Around 10 parties are weighing up bids to buy English soccer giants Chelsea, with the majority of interest coming from the US, according to multiple reports.

The sale is being managed by the Raine Group and it is believed that the US financial advisory firm has received several approaches from its home market.

Chelsea owner Roman Abramovich announced his intention to sell the club last week with the Russian facing possible sanctions from the UK government amid his country’s ongoing invasion of Ukraine.

So far, the strongest interest in purchasing the West London-based club has come from a consortium fronted by billionaires Hansjörg Wyss from Switzerland and American Todd Boehly featuring multiple investors.

But according to ESPN, Raine Group has received more than 300 expressions of interest to buy Chelsea, with 10 regarded as credible parties.

Abramovich is understood to have set an asking price of £3 billion ($4 billion) with some reports suggesting that multiple offers matching that figure have already been lodged.

It is believed that RedBird Capital Partners, the US private investment firm, are one of a number of US-based groups considering a bid for the Champions League holders.

However, RedBird already has an interest in Liverpool having acquired a minority stake in the club’s owners Fenway Sports Group last year and Premier League rules would prevent them from owning another team.

In 2020, the New York-based investment firm, headed up by Gerry Cardinale and Billy Beane, the baseball executive of 'Moneyball' fame, acquired an 85% stake in French club Toulouse.

Later that year, RedBird launched the first sports special purpose acquisition company (SPAC), RedBall Acquisition Corp, which raised $500 million through an initial public offering to buy businesses in sports and sport-related media and data analytics.

Raine Group, which will reportedly earn a 1.5% commission from any sale fee, has given all interested parties a deadline of March 15 to submit opening bids.

The company previously brokered private equity firm Silver Lake’s deal in 2019 to buy a $500 million stake in City Football Group, the collective of soccer clubs headed up by Premier League champions Manchester City.

Joe Ravitch, the co-founder of Raine Group who is leading the search, told Reuters that a deal will not be “rushed” and that Abramovich will take enough time to strike a balance between securing a fair price and finding the "best steward" for Chelsea and its supporters.

Interested parties are looking to move swiftly in case Abramovich is sanctioned by the UK government, at which point it is unlikely a sale would be permitted.

The 55-year-old’s future as Chelsea owner was increasingly in doubt after his attempt to hand over control to the club’s trustees amid growing calls in parliament to sanction him.

Abramovich, who purchased Chelsea in 2003 for £140 million, is alleged to have strong ties to Russian president Vladimir Putin, which he has previously denied, and has been the subject of increased UK speculation in recent weeks.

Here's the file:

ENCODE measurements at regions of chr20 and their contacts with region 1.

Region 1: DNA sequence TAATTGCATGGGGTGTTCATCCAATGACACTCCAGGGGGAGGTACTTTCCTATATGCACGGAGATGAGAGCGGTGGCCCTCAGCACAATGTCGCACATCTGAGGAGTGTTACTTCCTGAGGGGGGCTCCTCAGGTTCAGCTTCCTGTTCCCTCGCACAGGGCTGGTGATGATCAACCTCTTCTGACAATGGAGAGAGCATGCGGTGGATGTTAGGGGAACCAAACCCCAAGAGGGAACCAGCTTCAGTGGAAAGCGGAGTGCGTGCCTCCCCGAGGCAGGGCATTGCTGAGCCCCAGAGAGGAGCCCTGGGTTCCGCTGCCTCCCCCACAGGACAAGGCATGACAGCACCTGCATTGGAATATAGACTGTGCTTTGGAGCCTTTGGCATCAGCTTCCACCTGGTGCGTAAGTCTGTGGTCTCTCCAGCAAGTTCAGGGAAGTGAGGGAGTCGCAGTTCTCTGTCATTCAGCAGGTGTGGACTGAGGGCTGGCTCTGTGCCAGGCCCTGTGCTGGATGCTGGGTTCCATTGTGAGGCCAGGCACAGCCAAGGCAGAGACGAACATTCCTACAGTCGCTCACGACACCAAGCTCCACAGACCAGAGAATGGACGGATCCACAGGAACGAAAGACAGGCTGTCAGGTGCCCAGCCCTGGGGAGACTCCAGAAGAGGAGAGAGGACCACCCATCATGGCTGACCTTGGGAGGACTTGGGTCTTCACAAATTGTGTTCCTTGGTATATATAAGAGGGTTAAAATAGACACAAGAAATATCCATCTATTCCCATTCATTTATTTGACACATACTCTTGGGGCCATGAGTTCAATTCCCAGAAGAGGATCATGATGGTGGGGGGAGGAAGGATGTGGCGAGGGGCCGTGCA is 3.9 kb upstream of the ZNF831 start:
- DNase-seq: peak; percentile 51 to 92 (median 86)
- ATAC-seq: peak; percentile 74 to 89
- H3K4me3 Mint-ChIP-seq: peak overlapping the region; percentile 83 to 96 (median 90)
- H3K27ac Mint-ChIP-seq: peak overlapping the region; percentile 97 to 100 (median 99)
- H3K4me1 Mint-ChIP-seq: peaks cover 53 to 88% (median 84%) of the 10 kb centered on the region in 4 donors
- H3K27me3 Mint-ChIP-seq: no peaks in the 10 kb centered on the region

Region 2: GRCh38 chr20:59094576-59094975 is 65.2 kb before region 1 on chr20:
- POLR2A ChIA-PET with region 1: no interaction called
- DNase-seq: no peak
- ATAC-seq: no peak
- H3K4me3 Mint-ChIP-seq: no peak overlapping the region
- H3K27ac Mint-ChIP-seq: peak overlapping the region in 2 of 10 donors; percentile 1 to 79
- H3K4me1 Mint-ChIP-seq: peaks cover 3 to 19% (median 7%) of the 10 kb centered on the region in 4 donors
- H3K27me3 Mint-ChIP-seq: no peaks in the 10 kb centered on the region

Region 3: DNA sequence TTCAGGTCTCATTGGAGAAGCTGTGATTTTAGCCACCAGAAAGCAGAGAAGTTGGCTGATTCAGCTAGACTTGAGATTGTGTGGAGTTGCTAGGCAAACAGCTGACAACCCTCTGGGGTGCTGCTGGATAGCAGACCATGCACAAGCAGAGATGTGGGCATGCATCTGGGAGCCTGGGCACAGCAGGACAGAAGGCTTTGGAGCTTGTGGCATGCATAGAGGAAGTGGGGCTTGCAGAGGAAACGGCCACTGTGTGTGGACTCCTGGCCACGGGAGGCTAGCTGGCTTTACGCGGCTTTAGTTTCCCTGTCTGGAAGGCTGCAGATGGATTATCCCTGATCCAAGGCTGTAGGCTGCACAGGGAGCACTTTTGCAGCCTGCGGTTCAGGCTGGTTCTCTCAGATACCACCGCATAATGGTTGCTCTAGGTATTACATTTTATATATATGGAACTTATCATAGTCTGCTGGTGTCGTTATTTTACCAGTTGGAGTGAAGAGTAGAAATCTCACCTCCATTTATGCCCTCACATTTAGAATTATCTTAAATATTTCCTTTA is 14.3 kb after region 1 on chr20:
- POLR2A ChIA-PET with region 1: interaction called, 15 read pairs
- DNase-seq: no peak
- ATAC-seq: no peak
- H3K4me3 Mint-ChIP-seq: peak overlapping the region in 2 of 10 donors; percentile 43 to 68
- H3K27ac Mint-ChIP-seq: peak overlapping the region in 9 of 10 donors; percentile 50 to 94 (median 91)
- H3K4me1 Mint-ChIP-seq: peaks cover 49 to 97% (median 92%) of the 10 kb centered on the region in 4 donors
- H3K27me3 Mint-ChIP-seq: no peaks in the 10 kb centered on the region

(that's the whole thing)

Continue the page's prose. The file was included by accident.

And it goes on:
Last week, Chris Bryant, an MP of the UK's Labour political party, told the House of Commons he had a leaked Home Office document that suggested Abramovich should not be able to base himself in the UK and said the government should remove his ownership of Chelsea and seize his assets.

However, it has been reported that government officials have been unable to prove reasonable grounds for sanctions against him.

Patrick Kinch, sport analyst at GlobalData, commented: “As one of the biggest clubs in world soccer, there are many factors which would make Chelsea a desirable asset for a potential buyer. The club’s valuation at $3 billion owes to its location, position in world soccer with commercial and media revenues more or less maximized through the club’s success, and a global fanbase. Moreover, the club owns its biggest asset, its Stamford Bridge stadium, something which can heavily influence the selling price of a club.

“This success, however, comes at a cost when looking at the club’s financial statements. Abramovich has put £1.5 billion ($2 billion) into the club over his ownership since 2003, with £701 million ($939.5 million) of this coming in the past 10 years, meaning Chelsea has relied on an owner underwriting its losses more than any other Premier League club. Though Abramovich has stated publicly that he will not ask for these loans to be repaid, he is likely to require this to be considered in the club’s selling price.

“Chelsea accounts show that it has only made a pre-tax profit in five of the 20 years that Abramovich has owned the club, losing £153 million ($205 million) in the pandemic affected season of 2020-21, meaning the next owner is likely to have to accept that the purchase of the team will cost him/her money in the long run, again something to consider in the club’s valuation.

“However, this may all be irrelevant if an individual or group with enough capital comes forward with sufficient ego or vanity, which often plays a role in the acquisition of soccer clubs, and with 10 bidders rumored to be interested from private equity firms and individual investor consortiums, this may be what contributes most to the club’s final sale price.”